Photo of Hillary Clinton at a Senate Armed Services Committee via Wikipedia.
Ever notice how anger helps a man command a room, but it often has the opposite effect for women?
While the former comes off as passionate, the latter is often seen as emotionally erratic, an outcome predictable enough to make any woman angry. (Can someone say vicious cycle?)
But there may be a way out, if a new book by John Neffinger and Matthew Kohut is any indication. In Compelling People, the authors posit that what makes individuals captivating is their ability to communicate both strength and warmth, but they recognize that it's a fine balance—and that balancing act is trickier for women.
As a passionate feminist writer who covers gender in politics, this wasn't news to me. It's hard to remember in the wake of Sydney Leathers, but before Anthony Weiner went into complete and utter auto-destruct mode, he was highly regarded by voters for his audacity and unflinching boldness. I remember working in a non-profit organization in D.C. where my coworkers would huddle up at lunch to watch the emboldened congressman ripping Republicans to shreds on the floor over a law for 9/11 heroes, or women's reproductive freedom, or public funding for NPR. The more he lost his temper, the more he rose in stature to us.
When Senator Claire McCaskill showed half the amount of competitiveness and confidence during the 2012 general election, she was told that "she was very aggressive" that she used to be much "more lady-like." It was a similar story in 2008, when Hillary Clinton, a front-runner for the democratic presidential candidacy, was called "too angry to be elected president" by a prominent Republican. A look back at Clinton's years as First Lady and as a U.S. senator shows that she was met with even more vitriol for being assertive.
In their book Compelling People, Neffinger and Kohut cite a study that showed that Hillary Clinton "has been the butt of more jokes than any other human being, living or dead". Surprisingly, the woman nicknamed "Chillary" by comedians and politicians alike, climbed in the polls after the Lewinsky scandal "because a significant part of the public sympathized with her as an aggrieved yet loyal wife, even if she did not outwardly radiate warmth." This poll trend sends a troubling message about what it means to be a prominent, powerful woman. Could it be that the only way to get the public's sympathy if you're a strong woman is to be cheated on?
In the public's eye, anger doesn't look as appealing on women as it does on men. Although John Neffinger and Matthew Kohut argue that compelling people must exude strength and warmth to get respect and recognition, they explain that gender stereotypes make this role harder to navigate for women. Because strength is traditionally associated with masculinity, strong women are seen in a negative light.
Neffinger and Kohut's research explains why someone like Elizabeth Warren has been called "unnecessarily aggressive." There is summed up by a TV news interview with Warren that has become a YouTube video titled "Why Is Everyone Afraid Of Elizabeth Warren?"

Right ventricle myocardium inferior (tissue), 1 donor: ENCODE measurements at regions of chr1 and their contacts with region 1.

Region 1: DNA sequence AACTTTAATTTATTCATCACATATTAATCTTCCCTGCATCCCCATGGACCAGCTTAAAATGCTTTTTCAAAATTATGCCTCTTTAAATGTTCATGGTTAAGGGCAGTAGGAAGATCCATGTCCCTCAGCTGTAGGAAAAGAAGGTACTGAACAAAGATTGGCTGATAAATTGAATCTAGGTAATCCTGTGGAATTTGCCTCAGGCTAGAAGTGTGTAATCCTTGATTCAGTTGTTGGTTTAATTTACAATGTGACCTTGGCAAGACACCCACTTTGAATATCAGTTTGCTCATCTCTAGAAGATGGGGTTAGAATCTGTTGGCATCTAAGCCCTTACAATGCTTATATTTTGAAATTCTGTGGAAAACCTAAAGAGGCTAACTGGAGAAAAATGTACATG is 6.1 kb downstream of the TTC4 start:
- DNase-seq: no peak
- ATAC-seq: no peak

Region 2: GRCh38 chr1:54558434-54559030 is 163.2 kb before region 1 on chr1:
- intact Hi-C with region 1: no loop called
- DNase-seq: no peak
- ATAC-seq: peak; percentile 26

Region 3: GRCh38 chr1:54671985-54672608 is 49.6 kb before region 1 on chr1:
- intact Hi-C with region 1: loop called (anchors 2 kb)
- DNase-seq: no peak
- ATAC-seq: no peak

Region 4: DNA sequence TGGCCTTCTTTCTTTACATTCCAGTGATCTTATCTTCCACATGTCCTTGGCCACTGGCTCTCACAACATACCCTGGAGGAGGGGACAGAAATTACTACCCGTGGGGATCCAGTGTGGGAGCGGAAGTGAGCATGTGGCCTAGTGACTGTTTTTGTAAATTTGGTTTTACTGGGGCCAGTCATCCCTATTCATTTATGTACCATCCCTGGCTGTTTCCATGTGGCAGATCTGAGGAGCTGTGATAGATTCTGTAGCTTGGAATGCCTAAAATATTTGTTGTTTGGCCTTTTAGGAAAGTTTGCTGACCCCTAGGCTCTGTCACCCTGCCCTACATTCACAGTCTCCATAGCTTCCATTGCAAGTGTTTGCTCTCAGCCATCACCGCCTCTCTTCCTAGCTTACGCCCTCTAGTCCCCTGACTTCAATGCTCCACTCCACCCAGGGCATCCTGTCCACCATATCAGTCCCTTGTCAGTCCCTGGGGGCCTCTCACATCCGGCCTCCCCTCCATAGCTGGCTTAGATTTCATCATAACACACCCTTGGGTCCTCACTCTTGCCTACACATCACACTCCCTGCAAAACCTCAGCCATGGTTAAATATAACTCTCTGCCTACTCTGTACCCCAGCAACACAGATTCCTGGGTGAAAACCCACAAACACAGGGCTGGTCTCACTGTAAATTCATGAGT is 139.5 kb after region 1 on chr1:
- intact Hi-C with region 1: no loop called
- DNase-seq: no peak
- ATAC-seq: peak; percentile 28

This double standard is even worse for women of color, who are already too often boxed into the category of the "angry black woman." For evidence, one need look no further than to Michelle Obama's rather neutral response to a heckler, which was grossly exaggerated in the media.
The media freely admits to this imbalance. On Morning Joe, Joanna Coles, Cosmopolitan's editor-in-chief, noted that sexism is obvious in the way that the media tells stories. "Male Congressmen, male Senators are always described as ‘stating’ something in the House. Women senators and congresswomen are always described as 'complaining.' Women are emotional; men are somehow stoic," she said.
In other words, a man is angry because he cares, while a woman is angry because she's an emotional wreck.
As Neffinger and Kohut point out, men who are angry don't only get more respect, status, and better job titles — they also get higher pay. Despite the fact that men can use anger to achieve status, women may need to be calm in order to come off as rational. You know, so that people don't think we're PMS-ing, or whatever.
So, what's the solution?
John Neffinger and Matthew Kohut think it's not up to women to conform by replacing strength with warmth, but rather to increase their expression of both. They cite Oprah Winfrey and Ann Richards as masters of this fine balance.
Although our culture is still largely uncomfortable with angry women, there are some good signs that things could be improving. For instance, media seems to be becoming more comfortable with Hillary Clinton's impassioned speeches, like the one she gave at the Benghazi hearing. Even Elizabeth Warren's impatience with the government shutdown had seemed to at least correlate with her steady climb in the polls. In an interview, John Neffinger told me he is hopeful because Warren has an "ability to tear hypocrites's argument to pieces with a lilting folksy cadence and a friendly smile." All of the pictures being shared of her within her base "pointing angrily with her brow in full furrow" is a sure sign that she has managed to "appeal to everybody."
If Neffinger is right, maybe we've all calmed down about angry women. I certainly hope so, because as Elizabeth Warren well knows, there's plenty for all of us to be angry about. We'll need strong, warm, passionate women like her to help lead us out of the mess we're in.